SAW V Image


By Scott Mendelson | October 25, 2008

What we see right off the bat in “Saw V” is a series trying to regain its footing by pulling back. After the completely absurd “Saw IV,” they have nowhere to go but a little more down to earth. This is easily the smallest-scale of the sequels, and it has the feeling of a massively shrunken budget. That does create a problem as many scenes are simply a couple characters walking through a hallway, or one character sneaking into a building. It’s not a good film, and it almost has a whiff of “direct-to-DVD” to it, but I did appreciate the buttoned-down tone.

There will be no plot synopsis, other than to say that the film again picks up right at the end of the previous film, and that the surviving characters all return. First of all, I can’t imagine anyone deciding to see a “Saw” picture based on the story. The fans are either already invested in the long-running John Kramer mythology, or they don’t care a whit about plot. Second, one thing I have appreciated about the series is that, because of the complete lack of preview screenings, and the spoiler-free marketing campaigns, the “Saw” films are among the few major movies that I can go into relatively blind. I’ll give you the same courtesy.

From the very start, the opening trap has a logic and near-plausibility that has eluded this series since the end of “Saw II.” The violence and gore-level has been severely dialed down, with less total violence and gore than any “Saw” sequel. There is certainly nothing to match the hideous body-piercing curtain-raiser of “Saw III,” or the scalping device in “Saw IV.” The traps are far less elaborate, and far less painful. Similar to “Saw II,” the deaths are quick and brutal, rather than drawn out and excruciating. One almost wonders if the filmmakers were annoyed at the series being called “torture porn” simply because it contained gruesome violence.

The problem with the film is the problem that has plagued the series since the start. First of all, the Jigsaw philosophy of “I don’t kill people because I put them into positions to kill themselves” has always been abhorrent and naive. I always appreciated the second film as the lone picture to actively call out the foolishness of this thinking. Yes, John is confronted by failure in “Saw III,” but he continues to rant and rave about “helping people cherish life” in the next two sequels as well, and on some level we’re supposed to be intrigued by his ideas.

Second of all, the “Saw” sequels have had an obsession with going back to previous entries and showing us a “behind the scenes” view of the previous traps and plot developments. A solid third of the picture is made up of flashbacks (both new footage and old) to previous scenes from the previous films (even Danny Glover appears in old footage… you can guess which actor does not). I can’t speak for everyone who is a fan of this series, but I couldn’t care less about seeing how John Kramer set up that gun-rigged to the door gag from “Saw II.” Of course, without those pointless scenes, there is now no way to bring Tobin Bell into the story, so the filmmakers are in a bit of a bind. Good acting versus story progression.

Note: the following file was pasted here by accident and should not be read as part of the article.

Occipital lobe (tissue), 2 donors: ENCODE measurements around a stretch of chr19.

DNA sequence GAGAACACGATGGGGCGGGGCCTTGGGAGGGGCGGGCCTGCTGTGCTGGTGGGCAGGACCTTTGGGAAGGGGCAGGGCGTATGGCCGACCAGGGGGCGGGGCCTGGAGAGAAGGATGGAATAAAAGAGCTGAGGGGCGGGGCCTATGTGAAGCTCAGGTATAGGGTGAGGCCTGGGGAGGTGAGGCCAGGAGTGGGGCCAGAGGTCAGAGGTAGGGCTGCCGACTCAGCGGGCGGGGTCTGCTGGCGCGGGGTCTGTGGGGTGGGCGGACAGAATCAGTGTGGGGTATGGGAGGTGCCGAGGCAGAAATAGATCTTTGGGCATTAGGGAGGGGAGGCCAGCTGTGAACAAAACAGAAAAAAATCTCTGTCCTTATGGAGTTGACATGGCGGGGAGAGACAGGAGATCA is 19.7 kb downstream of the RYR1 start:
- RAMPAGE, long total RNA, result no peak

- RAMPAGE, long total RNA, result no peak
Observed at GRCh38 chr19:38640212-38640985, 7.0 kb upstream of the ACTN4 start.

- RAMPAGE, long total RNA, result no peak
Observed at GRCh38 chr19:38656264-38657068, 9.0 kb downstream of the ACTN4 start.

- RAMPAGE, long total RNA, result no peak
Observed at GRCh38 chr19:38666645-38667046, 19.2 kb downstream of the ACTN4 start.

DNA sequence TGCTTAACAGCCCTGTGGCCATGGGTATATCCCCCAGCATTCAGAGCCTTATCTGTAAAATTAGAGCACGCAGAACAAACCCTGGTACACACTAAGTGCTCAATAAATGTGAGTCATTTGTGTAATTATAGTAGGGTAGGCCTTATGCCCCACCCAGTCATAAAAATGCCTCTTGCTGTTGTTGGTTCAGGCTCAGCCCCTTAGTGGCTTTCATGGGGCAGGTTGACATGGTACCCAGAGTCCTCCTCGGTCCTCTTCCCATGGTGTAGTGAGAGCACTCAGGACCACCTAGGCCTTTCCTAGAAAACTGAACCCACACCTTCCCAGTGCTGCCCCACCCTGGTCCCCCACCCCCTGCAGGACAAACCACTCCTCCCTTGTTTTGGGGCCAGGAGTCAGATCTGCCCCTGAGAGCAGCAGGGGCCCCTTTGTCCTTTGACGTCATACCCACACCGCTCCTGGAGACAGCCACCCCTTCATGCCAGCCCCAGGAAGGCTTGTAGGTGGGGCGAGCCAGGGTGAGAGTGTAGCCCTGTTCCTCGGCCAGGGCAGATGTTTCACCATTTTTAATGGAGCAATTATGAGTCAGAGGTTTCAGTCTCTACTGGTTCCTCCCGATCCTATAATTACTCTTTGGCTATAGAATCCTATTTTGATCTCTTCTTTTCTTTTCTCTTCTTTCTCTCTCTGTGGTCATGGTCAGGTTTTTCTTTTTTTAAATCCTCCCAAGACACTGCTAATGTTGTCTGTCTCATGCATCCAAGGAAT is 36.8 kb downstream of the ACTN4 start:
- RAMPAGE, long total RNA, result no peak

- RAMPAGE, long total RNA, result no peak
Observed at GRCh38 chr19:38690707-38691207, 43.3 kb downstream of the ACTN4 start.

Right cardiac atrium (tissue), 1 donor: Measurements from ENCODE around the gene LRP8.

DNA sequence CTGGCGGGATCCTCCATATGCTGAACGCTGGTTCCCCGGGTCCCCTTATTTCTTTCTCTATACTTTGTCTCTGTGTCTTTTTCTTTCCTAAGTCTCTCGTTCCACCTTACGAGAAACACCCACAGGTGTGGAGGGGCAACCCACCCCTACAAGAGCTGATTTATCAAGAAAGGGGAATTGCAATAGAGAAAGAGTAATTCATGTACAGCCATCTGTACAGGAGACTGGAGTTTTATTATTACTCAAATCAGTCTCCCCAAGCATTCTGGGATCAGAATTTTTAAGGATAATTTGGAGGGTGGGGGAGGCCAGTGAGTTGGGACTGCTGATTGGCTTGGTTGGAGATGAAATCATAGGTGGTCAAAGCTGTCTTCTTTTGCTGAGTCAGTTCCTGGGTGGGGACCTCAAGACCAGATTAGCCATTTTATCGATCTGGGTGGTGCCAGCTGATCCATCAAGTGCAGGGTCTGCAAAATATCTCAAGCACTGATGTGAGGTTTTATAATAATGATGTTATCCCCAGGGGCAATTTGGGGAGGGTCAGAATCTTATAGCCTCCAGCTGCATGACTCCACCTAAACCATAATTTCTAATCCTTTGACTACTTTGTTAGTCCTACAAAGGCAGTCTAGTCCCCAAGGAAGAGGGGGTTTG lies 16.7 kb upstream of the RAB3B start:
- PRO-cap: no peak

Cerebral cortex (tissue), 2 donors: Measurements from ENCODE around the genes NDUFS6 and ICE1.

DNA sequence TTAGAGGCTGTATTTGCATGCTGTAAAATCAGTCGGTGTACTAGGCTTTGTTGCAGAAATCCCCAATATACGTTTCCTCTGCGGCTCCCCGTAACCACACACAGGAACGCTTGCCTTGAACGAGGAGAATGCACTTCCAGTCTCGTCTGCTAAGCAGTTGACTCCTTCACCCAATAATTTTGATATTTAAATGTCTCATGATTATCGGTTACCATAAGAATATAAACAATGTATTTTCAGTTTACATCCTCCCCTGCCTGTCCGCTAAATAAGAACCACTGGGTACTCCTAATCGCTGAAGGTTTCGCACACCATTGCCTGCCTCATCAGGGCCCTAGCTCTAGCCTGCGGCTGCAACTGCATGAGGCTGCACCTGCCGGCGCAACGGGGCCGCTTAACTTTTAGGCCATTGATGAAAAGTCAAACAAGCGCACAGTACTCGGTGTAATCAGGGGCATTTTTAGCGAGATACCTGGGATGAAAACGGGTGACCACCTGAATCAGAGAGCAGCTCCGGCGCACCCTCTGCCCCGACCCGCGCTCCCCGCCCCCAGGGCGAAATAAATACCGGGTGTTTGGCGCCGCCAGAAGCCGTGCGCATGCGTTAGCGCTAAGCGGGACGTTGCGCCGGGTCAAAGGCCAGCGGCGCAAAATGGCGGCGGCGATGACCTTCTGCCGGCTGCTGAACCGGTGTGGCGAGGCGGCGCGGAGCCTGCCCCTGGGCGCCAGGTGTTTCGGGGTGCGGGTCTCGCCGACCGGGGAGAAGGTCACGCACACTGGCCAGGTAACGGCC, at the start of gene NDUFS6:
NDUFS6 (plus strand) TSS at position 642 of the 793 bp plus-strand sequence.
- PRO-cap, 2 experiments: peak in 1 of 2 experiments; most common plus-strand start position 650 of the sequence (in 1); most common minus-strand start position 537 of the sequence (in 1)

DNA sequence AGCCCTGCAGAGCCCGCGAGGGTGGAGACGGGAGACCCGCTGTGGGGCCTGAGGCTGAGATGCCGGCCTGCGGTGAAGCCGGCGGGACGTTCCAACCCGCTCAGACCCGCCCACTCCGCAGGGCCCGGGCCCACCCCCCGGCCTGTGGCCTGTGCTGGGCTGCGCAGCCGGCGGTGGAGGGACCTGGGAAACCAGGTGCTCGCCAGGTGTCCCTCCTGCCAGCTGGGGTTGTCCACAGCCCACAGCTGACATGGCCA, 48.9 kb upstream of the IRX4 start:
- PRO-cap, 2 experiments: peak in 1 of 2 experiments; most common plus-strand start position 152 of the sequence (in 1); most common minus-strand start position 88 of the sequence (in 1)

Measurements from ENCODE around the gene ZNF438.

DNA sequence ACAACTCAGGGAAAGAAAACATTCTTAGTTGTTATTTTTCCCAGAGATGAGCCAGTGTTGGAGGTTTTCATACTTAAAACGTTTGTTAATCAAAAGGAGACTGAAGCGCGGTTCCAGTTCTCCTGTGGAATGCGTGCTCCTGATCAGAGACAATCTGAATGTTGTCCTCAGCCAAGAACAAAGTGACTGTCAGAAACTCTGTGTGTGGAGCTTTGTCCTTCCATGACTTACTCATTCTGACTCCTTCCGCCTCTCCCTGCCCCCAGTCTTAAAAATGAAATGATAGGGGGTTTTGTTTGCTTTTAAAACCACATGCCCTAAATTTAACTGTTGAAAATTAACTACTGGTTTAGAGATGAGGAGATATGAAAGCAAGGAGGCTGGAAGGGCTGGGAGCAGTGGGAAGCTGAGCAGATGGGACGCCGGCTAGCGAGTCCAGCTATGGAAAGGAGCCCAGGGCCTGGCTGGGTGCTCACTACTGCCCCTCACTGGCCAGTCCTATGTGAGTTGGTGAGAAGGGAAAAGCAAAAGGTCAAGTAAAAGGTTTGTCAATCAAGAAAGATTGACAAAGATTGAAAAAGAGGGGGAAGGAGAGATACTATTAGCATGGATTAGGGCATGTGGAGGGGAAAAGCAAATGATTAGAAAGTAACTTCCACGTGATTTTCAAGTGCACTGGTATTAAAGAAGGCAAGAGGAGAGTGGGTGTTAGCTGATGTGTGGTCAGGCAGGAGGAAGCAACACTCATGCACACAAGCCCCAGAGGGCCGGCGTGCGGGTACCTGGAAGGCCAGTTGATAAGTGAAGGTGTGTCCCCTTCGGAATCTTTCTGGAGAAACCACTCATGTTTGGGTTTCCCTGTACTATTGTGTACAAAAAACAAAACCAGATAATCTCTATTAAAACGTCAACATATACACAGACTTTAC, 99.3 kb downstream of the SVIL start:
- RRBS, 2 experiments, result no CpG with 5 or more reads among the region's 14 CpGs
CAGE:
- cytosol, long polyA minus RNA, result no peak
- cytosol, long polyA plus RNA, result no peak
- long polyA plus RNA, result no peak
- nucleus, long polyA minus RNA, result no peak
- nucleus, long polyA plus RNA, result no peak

The biggest problem, most apparent in the third film, is the idea that John Kramer wants to teach his victims a grand moral. Fair enough, but if John succeeds in that, then the audience doesn’t get to see what it came for – ghoulish traps successfully ensnaring their victims. Conversely, if the audience is invested in the character arcs of the victims, such as “Saw III’s” genuinely compelling story of Angus Macfadyen learning to forgive the people who played a hand in his son’s death; we don’t root for the traps. We sit there in disappointment as MacFadyen’s Jeff fails again and again in making the right moral choice in time to save those in peril.

Maybe the filmmakers realized this, because the last two films have severely dialed down the seriousness of the moral flaw. The last film hilariously was about punishing a cop who cared too much, who saw the good in people too easily (don’t want THAT in a cop, do we?). This one is more or less about not trusting your instincts. So, in five films, we’ve gone from teaching junkies and murderers to appreciate their lives to going after cops who care too much and follow their instincts. I predict in “Saw VI” that Jigsaw will be punishing people for tilting pinball machines, loving their children too much, and driving in the carpool lane unaccompanied.

Point being, if you’ve followed the series this far, you are already aware of these issues and don’t care. Me, I just go for Tobin Bell and because it’s a quasi-anniversary tradition celebrating the first date with my eventual wife (we met on 10/28/05 and our first date was “Saw II” – her choice). While far less grand, the film is a better picture than “Saw IV.” And although it’s far less ambitious, it’s better written and acted than the overwrought and absurd “Saw.” It’s not nearly as good as “Saw II” or “Saw III,” but it’s a step back from the abyss. It combines the teamwork aspect of “Saw,” with the group of people trapped in a house bit from “Saw II.” Like “Saw II,” the scenes of group imperilment are more about fun house horror traps than prolonged misery and suffering.

I’m not sure where the “Saw” franchise can go from here (although a major plot point is left deliberately unresolved), but as long as Tobin Bell is getting his annual acting showcase, then I’ll be happy to support the grizzled character actor who ruined the ending of “Saw,” since I recognized him as the cancer patient and did the math. Although casting Michael Emerson (who had just won an Emmy for portraying a serial killer on “The Practice”) as the assistant didn’t help either.

Grades for all “Saw” pictures:

“Saw”: **
“Saw II”: ***
“Saw III”: ***
“Saw IV”: *
“Saw V”: **

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